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Sergei RACHMANINOV (1873-1943)
Prelude in C sharp minor, Op. 3 No. 2 [5:24]
Ten preludes, Op. 23 [37:16]
Thirteen preludes, Op. 32 [43:42]
Guillaume Vincent (piano)
rec. June 2012, MC2, Grenoble, France
NAÏVE V 5296 [42:39 + 43:42]

Guillaume Vincent’s Rachmaninov preludes are quite distinctive. The 21-year-old resists any pianistic groupthink or conformity and recasts each prelude in individual ways. The famous C sharp minor stretches out to an achingly slow pace, with massive pauses, but I actually found myself enjoying this novel vision. Then the very next, or the first in Op. 23, comes back urgent and constantly pressing forward. There’s a very fine G minor march, clipped and brutal, and the first of the Op. 32 preludes, in C, feels tamed, and less aggressive, in a way that I like. The next-to-last prelude (G sharp minor) is more or less flawless, and the last receives a very broad (6:26; Steven Osborne takes 4:50) interpretation which feels almost Chopin-like in its softly voiced healing power.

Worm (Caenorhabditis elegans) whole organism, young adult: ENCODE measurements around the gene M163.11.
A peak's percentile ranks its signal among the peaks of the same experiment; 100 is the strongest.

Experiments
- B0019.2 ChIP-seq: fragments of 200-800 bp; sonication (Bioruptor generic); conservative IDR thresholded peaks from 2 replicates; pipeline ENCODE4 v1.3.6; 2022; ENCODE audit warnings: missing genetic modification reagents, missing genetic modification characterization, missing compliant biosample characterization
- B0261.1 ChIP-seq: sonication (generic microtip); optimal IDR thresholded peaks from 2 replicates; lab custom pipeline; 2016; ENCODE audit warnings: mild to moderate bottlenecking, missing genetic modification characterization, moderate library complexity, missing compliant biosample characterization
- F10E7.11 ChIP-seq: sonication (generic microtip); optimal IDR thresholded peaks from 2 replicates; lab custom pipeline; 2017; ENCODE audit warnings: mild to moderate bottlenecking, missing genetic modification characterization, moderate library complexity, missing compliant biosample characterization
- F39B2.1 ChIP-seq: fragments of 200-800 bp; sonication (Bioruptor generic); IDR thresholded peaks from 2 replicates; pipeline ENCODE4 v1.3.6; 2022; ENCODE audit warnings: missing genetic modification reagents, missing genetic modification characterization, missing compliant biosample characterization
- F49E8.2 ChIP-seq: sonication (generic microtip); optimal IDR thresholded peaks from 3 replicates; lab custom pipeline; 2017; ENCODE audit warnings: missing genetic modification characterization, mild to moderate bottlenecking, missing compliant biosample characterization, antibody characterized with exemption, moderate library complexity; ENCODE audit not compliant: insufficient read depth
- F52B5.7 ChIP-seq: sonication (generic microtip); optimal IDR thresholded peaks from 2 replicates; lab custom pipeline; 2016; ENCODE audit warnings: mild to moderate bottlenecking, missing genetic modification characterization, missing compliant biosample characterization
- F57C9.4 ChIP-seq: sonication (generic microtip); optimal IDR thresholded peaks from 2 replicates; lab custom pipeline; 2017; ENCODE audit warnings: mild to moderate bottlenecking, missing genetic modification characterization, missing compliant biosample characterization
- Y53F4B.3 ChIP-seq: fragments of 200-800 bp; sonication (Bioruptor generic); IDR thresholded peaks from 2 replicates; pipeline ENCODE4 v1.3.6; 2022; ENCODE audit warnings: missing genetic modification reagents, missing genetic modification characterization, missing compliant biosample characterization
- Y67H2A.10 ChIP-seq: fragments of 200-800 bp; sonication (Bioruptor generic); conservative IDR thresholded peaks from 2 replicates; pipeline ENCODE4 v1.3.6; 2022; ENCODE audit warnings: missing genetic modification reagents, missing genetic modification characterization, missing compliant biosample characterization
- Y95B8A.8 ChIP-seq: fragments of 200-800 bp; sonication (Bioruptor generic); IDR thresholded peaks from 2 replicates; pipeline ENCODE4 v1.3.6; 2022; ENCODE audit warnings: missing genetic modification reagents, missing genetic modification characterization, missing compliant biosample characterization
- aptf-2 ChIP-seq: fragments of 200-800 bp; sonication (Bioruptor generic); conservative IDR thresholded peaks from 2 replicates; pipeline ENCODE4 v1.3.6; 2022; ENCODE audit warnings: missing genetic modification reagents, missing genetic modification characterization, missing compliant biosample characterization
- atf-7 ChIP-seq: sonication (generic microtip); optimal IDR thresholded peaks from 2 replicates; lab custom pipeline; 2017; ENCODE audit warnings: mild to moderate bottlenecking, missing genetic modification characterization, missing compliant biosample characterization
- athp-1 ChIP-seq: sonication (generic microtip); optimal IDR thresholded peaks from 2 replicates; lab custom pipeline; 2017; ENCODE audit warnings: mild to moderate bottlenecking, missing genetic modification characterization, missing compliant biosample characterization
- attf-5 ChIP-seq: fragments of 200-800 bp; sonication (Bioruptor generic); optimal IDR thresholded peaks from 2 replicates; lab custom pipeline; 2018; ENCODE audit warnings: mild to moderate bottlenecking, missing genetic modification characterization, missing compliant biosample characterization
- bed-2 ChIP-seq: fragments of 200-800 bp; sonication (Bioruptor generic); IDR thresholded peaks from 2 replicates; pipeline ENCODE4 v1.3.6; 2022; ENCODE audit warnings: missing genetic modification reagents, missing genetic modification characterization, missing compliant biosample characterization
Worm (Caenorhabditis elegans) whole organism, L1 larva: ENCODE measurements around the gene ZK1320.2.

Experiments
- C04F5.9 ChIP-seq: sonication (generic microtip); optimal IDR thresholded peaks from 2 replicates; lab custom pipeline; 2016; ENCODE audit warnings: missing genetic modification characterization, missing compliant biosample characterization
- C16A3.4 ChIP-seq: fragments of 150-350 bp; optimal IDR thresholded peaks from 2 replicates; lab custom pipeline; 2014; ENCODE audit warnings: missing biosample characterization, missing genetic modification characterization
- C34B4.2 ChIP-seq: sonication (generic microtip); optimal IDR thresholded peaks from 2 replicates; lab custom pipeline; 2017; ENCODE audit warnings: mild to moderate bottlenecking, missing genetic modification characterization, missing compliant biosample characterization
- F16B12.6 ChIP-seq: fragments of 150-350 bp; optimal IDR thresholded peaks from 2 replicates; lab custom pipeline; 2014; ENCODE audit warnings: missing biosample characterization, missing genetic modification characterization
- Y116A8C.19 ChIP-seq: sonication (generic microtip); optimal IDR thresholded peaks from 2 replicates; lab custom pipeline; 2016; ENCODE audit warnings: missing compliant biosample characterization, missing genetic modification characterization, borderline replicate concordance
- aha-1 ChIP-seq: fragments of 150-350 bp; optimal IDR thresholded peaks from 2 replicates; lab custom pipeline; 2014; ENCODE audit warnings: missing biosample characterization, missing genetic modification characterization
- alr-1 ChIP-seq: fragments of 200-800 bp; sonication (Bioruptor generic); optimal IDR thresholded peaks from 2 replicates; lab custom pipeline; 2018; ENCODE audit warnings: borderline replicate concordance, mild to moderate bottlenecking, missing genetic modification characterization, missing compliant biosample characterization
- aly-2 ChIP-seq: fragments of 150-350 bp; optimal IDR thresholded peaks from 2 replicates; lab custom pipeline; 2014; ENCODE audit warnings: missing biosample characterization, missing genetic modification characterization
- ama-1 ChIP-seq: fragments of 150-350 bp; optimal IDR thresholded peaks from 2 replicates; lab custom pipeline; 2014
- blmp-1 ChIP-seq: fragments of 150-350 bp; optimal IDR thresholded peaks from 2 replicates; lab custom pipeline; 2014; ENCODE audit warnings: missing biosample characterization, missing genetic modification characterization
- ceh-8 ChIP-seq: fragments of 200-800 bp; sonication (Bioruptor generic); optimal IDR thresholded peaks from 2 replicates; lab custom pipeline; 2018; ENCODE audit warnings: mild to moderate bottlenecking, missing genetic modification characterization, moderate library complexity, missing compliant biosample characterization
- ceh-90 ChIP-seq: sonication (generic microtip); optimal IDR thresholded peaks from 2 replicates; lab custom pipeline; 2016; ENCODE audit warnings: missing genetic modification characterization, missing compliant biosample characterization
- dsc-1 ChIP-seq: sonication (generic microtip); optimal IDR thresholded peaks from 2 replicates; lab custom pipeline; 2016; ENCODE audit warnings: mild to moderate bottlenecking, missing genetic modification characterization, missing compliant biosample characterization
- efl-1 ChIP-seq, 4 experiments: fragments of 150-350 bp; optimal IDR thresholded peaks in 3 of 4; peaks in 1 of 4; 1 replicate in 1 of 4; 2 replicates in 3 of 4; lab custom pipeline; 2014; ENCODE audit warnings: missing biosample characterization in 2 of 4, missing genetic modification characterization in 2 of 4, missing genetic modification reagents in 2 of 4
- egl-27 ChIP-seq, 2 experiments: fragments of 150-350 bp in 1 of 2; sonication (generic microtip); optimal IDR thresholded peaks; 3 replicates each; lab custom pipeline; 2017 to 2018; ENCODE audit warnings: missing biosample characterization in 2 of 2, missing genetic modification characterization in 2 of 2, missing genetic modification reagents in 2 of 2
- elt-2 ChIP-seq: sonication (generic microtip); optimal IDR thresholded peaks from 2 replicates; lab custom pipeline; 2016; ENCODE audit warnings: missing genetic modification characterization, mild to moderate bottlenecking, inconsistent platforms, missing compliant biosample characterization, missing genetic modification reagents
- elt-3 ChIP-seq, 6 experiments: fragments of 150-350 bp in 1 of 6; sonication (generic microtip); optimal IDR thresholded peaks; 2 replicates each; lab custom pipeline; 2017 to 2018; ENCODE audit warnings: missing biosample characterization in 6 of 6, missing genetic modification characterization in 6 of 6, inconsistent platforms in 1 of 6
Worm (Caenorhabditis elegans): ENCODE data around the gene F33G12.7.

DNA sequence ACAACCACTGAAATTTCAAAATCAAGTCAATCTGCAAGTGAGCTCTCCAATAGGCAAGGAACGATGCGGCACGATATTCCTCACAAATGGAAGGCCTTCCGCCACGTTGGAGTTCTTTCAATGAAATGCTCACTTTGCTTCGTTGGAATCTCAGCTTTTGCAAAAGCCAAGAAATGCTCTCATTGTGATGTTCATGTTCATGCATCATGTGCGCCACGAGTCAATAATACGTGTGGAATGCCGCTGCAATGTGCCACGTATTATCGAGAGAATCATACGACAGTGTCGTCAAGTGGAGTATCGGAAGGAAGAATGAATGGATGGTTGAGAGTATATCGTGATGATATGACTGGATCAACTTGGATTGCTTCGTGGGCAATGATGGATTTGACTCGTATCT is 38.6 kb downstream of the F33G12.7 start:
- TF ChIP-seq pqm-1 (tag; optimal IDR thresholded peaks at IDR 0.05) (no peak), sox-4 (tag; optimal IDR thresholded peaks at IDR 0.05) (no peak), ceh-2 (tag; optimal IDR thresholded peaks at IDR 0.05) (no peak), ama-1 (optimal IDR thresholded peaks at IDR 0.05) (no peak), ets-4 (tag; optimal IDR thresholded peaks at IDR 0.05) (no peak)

The problem with being totally original in your interpretations is that not every idea is a success. The D major (Op. 23 No. 4) is a little too plain, the E minor (Op. 32 No. 4) isn’t expressive enough to feel properly epic, and my favorite prelude, B minor (Op. 32 No. 10) is pedestrian. Another highly idiosyncratic performer who sounds like nobody else, Constance Keene, set down a B minor prelude of absolutely titanic power during the course of her cycle (see a Youtube video of this performance). More modern, “safe” recommendations include Eldar Nebolsin and Steven Osborne, while my other favorites include Santiago Rodriguez and every recording by Sviatoslav Richter.
Still, Guillaume Vincent’s debut really is encouraging. At age 21, he’s already thinking very independently about this music, and he’s not merely a rote technician, either. He has the potential to develop into somebody with a lot of interesting ideas about the music he plays, and the playing power to deliver them. I’m very glad to welcome an artist like this to the scene.
By the way, Vincent’s preludes take 86 minutes to get through, so Naïve divides them across two CDs which sell for the price of one. His Steinway D sounds unusually beautiful, whether thanks to the microphones, instrument or performer, making this one of those piano releases you listen to when you want to remember just how deeply satisfying the pure sound of a grand piano can be.
Brian Reinhart